Patatopita - Greek Potato and Fillo Pie Recipe with Olives and Feta

Patatopita - Greek Potato and Fillo Pie Recipe with Olives and Feta

Ruth's Patatopita - Greek Potato and Fillo Pie Recipe with Olives and Feta

A recipe generously shared by Ruth Bardis from her new cookbook Simply More Greek

This recipe is from Metsovo – a town in the northwestern part of Greece prized for its production of cheese. 

A potato pie recipe flavored with cheeses, rosemary, and olives

The fillo pastry for this recipe is a very thin fillo, also known as a village pastry (χωριάτικο). The method we use here to prepare our fillo produces sheets that are even thinner than regular village pastry, and the resulting pita is even crispier and crunchier.

Photography by Ruth Bardis

Servings 16


Fillo Dough

• 350 ml lukewarm water

• 1 tbsp vinegar

• 2 tbsp extra virgin olive oil (EVOO)

• 1½ tsp salt

• 600 g all-purpose flour

Fillo Rolling

• Corn flour (corn starch)



• 800 g potatoes, roughly 7–8 medium sized, boiled and roughly mashed

• Salt and pepper

• 1 tbsp oregano, dried

• 80 g Kalamata olives, pitted and sliced

• 1 tbsp fresh rosemary, chopped

• ¼ cup spring onion, chopped finely

• ½ cup feta cheese, crumbled

• ½ cup kefalograviera or other yellow hard cheese, grated


Preparing the fillo dough

o Put the water, vinegar, oil, salt and half the flour in a bowl

o Using a wooden spoon, mix together, adding the remaining flour little by little until a soft, pliable dough is formed - you may not require all the flour

o If it is too sticky, keep adding flour - if it is too dry, add 1–2 tablespoons of water

o Place the pastry onto a floured workbench and knead by hand for a further 5–10 minutes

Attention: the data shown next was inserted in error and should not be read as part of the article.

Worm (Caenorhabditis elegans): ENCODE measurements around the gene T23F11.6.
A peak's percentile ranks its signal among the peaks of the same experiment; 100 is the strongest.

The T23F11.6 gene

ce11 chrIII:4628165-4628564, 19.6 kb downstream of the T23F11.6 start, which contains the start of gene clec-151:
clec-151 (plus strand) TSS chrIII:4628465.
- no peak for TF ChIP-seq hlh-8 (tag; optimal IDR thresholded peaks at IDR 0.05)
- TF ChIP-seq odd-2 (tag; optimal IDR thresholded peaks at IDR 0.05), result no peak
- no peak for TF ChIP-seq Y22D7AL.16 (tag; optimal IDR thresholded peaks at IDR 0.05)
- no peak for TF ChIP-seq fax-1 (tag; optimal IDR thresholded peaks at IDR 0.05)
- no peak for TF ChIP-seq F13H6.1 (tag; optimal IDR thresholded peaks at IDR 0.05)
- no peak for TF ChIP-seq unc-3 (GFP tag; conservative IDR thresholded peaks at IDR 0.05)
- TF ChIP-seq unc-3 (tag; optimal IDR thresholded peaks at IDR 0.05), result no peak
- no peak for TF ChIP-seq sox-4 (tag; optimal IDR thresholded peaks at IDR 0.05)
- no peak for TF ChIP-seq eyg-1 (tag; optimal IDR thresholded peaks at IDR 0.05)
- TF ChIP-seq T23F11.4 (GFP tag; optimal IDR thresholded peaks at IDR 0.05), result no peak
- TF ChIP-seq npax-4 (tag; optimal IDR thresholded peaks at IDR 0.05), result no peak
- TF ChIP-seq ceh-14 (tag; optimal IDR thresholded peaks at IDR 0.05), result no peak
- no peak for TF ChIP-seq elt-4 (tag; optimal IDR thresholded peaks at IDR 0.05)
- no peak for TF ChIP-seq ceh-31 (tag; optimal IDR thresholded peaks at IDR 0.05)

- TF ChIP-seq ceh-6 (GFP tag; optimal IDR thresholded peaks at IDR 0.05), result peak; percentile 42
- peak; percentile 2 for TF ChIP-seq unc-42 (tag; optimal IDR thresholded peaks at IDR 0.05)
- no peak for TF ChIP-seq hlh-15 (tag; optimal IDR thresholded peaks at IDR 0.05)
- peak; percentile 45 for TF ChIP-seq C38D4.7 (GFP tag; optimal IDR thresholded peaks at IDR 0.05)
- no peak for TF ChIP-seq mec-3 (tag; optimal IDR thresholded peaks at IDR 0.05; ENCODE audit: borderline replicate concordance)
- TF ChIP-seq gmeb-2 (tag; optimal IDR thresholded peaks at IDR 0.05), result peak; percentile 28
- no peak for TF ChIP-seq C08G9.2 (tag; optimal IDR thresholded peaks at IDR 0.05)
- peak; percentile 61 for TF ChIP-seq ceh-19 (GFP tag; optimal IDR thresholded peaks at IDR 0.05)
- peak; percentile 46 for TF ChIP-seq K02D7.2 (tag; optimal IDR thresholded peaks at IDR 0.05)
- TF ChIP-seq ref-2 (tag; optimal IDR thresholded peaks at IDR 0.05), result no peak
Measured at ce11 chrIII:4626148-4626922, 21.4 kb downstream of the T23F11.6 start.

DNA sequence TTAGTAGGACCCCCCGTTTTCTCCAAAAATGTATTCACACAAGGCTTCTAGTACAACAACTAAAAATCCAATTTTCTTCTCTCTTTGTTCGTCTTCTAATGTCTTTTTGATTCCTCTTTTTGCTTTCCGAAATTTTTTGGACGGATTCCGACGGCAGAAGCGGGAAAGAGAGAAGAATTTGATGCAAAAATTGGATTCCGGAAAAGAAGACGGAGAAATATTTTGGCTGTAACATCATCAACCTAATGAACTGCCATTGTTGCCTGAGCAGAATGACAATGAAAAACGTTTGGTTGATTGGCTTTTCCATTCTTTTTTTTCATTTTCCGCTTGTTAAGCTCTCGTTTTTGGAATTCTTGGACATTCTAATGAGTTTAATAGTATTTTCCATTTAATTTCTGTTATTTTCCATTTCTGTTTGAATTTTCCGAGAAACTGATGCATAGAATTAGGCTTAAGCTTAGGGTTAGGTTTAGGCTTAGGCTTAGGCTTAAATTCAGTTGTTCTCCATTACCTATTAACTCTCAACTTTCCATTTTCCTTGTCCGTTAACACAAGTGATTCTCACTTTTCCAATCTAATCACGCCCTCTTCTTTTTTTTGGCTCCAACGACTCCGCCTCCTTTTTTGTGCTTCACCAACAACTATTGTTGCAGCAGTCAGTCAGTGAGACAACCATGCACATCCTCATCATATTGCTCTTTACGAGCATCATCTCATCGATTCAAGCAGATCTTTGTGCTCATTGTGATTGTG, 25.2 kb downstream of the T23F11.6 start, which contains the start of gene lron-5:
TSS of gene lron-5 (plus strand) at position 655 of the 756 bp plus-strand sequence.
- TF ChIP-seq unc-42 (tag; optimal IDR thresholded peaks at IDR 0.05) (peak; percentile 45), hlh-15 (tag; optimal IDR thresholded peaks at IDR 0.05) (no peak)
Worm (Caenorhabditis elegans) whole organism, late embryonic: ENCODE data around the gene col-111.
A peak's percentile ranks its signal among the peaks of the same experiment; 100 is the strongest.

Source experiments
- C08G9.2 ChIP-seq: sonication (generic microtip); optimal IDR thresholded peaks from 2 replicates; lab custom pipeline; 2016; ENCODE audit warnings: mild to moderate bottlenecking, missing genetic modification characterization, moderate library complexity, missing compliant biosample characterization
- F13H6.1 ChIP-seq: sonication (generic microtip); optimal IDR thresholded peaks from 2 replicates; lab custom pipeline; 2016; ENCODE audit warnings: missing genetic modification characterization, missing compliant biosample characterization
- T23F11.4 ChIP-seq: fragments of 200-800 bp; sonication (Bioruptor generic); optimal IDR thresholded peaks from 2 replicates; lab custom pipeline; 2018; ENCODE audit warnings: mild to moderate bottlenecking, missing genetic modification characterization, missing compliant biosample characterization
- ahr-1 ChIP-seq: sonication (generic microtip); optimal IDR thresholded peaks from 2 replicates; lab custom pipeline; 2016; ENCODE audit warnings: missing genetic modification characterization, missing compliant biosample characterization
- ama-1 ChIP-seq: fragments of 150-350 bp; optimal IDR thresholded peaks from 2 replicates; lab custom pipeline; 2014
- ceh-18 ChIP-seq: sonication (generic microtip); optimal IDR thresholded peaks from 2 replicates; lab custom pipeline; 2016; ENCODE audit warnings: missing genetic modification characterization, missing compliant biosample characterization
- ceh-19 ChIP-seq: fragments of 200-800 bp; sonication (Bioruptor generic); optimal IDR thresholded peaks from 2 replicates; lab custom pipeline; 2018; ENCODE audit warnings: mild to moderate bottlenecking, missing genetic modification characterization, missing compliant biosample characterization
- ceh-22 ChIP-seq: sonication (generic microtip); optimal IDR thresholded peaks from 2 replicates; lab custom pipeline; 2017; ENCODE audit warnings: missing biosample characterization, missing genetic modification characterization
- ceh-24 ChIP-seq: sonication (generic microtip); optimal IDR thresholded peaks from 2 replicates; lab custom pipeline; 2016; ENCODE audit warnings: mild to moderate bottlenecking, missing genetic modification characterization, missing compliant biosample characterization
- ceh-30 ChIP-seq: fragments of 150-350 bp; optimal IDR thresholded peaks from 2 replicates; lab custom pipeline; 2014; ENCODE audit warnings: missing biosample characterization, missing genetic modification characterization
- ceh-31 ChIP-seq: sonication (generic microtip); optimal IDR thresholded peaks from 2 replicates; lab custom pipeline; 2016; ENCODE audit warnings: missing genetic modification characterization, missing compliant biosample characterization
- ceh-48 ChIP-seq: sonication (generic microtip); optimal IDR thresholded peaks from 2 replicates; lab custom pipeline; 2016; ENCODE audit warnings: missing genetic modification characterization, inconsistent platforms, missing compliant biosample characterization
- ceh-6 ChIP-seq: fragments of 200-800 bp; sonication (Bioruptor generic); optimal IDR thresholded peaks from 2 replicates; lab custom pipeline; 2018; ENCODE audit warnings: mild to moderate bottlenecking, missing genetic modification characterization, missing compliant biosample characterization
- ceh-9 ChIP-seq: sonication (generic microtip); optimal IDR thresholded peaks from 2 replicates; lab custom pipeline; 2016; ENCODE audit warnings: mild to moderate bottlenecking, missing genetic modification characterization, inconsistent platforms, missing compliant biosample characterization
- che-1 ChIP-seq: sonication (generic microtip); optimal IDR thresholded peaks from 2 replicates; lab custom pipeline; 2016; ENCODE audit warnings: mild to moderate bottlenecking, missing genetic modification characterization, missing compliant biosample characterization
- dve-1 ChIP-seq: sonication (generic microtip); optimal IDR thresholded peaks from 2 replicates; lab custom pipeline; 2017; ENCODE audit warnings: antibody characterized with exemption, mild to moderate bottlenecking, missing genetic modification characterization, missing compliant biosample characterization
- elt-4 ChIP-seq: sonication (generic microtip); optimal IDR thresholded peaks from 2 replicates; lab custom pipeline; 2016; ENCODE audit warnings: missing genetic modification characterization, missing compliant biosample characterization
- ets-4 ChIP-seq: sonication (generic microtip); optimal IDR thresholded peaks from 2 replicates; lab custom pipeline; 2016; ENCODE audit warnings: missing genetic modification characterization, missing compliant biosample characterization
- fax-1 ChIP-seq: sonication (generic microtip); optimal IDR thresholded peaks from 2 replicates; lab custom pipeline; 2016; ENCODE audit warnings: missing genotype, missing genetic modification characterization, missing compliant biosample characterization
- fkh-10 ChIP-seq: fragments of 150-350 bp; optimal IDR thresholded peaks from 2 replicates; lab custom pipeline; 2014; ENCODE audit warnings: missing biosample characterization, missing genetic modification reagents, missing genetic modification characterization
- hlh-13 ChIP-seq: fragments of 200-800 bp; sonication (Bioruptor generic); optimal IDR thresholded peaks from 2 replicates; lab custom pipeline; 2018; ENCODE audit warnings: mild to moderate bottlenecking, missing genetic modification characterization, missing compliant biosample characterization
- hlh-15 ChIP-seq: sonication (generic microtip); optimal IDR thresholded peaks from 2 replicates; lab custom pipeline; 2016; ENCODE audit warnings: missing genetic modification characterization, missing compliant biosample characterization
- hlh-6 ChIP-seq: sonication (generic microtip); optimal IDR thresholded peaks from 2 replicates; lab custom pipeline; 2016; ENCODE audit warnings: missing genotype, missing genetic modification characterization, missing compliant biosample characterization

o Divide the dough into 8-10 balls weighing roughly 90–100g (3.1oz.) each

o Dip each ball into corn flour, place on a tray and set aside covered with plastic wrap for 30 minutes

o To prepare the fillo sheets, take one ball at a time and place on a floured workbench

o Using a thin dowel (or rolling pin), gently roll out into a large circle or square, a little larger than the baking dish - this fillo is incredibly soft, so be gentle when pressing down on the fillo with the dowel

o Sprinkle extra corn flour to prevent the fillo from sticking to your work surface or the dowel

o You will use half the balls for the bottom and half for the top

Preparing the filling

o Peel, cut, and boil potatoes in water until very soft

o Drain and place into a bowl - allow to cool completely

o With a fork, break up the potatoes until they are mashed, and then add all the filling ingredients and mix to combine well

o Set aside

Preparing the patatopita

o Preheat oven to 170º C/340º F fan-forced

o Line a baking tray 37cm (14.56 in.) in diameter with parchment paper and lay down the first fillo sheet – allowing excess to overhang the pan

o Drizzle 2 tablespoons olive oil on top, and then repeat with half the sheets, oiling between each one

o Spread the filling evenly into the pan and fold over the overhanging fillo to hold the filling in

o Roll out the next fillo sheet and place it completely in the pan, scrunching all the extra fillo on the top to create a ruffled effect

o Drizzle 2 tablespoons oil on top and repeat with the remaining sheets of dough, oiling each layer

o Drizzle olive oil on top and score with a sharp knife into desired squares or slices.

o Bake for 35 minutes or until golden brown

Serving the patatopita

o Serve warm or at room temperature. Best eaten the day it is made.

Kali Orexi!

Key Points

Kefalograviera cheese can be purchased at European grocers - parmesan cheese can be used as a substitute or any other hard yellow cheese